Without an understanding of basic social cues, a guy with ASD might never know how threatening such actions can be for a girl. Treating people with autism like normal people, rather than, for instance, pretending they don’t have sexual needs, Price said, is one of those simple, yet fundamental elements of improving an autistic student’s social life at college.
Price will often find parents wanting full-time aid workers in universities and colleges, but he disagrees with the approach.
Instead, he advocates for self-management groups at all post-secondary institutions, in which trained workers counsel ASD students on understanding the social norms of university and college life. The Ontario study found regular meetings of such groups were among the most successful practices for post-secondary students.
Between 2009-2011 the number of ASD students in Ontario colleges tripled from 400 to 1,200, while universities increased their numbers fivefold from roughly 200 to just under 1,000.
At Dalhousie, only four students identified as being on the spectrum in the 2013-2014 academic year, according to accessibility services. However, students aren’t required to disclose ASD at the time of admission, so the figure is likely low.
Meanwhile, NSCC had 26 students who identified upon enrolling in the current year.
Kronstein says he feels included in social affairs at NSCC. He’s the current radio and television arts representative for the student council and a volunteer with Eastlink. He explains the functions of a TV “switcher” by demonstrating with his hands how to fade between frames. Both his parents have experience working in media.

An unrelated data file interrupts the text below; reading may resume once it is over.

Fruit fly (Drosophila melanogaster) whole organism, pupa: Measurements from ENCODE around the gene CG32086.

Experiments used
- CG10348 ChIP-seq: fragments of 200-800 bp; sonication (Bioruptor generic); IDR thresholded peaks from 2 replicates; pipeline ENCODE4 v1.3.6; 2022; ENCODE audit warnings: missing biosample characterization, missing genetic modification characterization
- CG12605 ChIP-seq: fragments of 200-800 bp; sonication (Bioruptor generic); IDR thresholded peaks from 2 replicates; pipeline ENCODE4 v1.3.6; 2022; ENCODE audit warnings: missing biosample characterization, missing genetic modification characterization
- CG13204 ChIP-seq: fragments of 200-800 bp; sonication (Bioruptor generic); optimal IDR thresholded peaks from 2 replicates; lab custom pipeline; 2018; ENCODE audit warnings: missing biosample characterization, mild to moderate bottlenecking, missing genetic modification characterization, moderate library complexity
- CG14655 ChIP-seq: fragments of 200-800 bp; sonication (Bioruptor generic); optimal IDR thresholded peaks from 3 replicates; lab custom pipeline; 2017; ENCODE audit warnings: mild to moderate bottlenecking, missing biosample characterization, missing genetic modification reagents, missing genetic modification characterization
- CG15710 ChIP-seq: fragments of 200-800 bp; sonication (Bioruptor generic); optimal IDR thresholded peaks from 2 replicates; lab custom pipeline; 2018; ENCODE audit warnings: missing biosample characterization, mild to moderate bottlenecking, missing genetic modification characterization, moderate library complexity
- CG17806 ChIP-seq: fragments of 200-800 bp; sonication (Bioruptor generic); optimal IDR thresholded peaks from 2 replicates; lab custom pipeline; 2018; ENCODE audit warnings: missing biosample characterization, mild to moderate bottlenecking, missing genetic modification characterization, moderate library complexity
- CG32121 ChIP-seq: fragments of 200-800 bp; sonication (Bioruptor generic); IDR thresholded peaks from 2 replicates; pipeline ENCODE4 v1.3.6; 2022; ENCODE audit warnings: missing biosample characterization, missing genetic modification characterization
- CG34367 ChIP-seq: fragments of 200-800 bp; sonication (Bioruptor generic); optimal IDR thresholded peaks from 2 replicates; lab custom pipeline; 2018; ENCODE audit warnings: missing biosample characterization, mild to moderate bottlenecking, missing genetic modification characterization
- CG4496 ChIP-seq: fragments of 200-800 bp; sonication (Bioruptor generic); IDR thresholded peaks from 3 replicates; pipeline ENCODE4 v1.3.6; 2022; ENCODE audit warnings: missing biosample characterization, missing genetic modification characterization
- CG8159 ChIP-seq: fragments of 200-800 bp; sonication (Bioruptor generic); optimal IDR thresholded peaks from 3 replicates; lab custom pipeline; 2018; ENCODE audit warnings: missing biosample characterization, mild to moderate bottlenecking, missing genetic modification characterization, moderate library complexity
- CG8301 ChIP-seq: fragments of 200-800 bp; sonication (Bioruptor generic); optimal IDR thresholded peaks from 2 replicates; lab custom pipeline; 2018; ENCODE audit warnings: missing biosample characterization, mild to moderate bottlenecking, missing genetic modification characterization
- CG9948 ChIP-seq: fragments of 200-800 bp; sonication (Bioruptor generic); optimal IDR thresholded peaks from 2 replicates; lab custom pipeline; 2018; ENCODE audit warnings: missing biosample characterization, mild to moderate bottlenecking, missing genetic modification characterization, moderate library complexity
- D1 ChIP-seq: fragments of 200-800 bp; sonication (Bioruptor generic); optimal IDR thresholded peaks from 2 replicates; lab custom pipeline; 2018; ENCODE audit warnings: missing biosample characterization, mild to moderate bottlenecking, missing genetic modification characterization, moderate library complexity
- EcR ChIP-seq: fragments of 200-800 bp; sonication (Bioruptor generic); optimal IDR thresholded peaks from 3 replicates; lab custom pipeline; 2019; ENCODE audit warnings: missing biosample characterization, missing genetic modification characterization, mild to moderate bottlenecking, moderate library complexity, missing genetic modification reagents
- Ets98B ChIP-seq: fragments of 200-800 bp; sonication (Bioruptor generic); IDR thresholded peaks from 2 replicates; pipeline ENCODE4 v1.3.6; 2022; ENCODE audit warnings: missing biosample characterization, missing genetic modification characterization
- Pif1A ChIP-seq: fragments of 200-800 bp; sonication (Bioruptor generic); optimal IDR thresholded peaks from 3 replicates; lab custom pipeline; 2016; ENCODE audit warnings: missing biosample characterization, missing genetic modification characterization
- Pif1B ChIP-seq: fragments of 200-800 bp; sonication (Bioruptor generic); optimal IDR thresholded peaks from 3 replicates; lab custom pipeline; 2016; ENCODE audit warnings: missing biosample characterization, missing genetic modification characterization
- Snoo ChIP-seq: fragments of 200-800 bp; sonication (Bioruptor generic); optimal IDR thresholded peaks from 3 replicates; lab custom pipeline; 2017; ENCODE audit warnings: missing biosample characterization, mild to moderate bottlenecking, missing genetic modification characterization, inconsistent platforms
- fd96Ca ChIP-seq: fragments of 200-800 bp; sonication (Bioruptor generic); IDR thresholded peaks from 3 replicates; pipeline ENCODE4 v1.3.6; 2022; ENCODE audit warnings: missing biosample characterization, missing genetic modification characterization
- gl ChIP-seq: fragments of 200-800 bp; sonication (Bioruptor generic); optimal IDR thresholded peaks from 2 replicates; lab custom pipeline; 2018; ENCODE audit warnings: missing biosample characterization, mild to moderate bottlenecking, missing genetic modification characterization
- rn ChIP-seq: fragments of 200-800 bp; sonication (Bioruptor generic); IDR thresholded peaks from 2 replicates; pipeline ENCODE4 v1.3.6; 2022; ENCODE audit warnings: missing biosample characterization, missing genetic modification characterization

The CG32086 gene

Kronstein’s professional promise bucks a trend revealed in studies published in the journal Autism, which show only a third of people with ASD in the United States are employed.
One of the Ontario study’s major recommendations was to establish programs of professional development tailored for ASD students. At the time of the study’s release, in 2011, these were surfacing in schools throughout Ontario, but only gradually.
With a lack of such supports in Canadian universities, a capable ASD student’s chances of graduating and gaining employment are greatly diminished. The loss impacts individuals, families and the economy.
Across Canada, according to Johnson, there’s a higher dropout rate among students with ASD, something she hopes can be improved with working groups like the one planned for Dalhousie.
Funding for the working group has not yet been approved.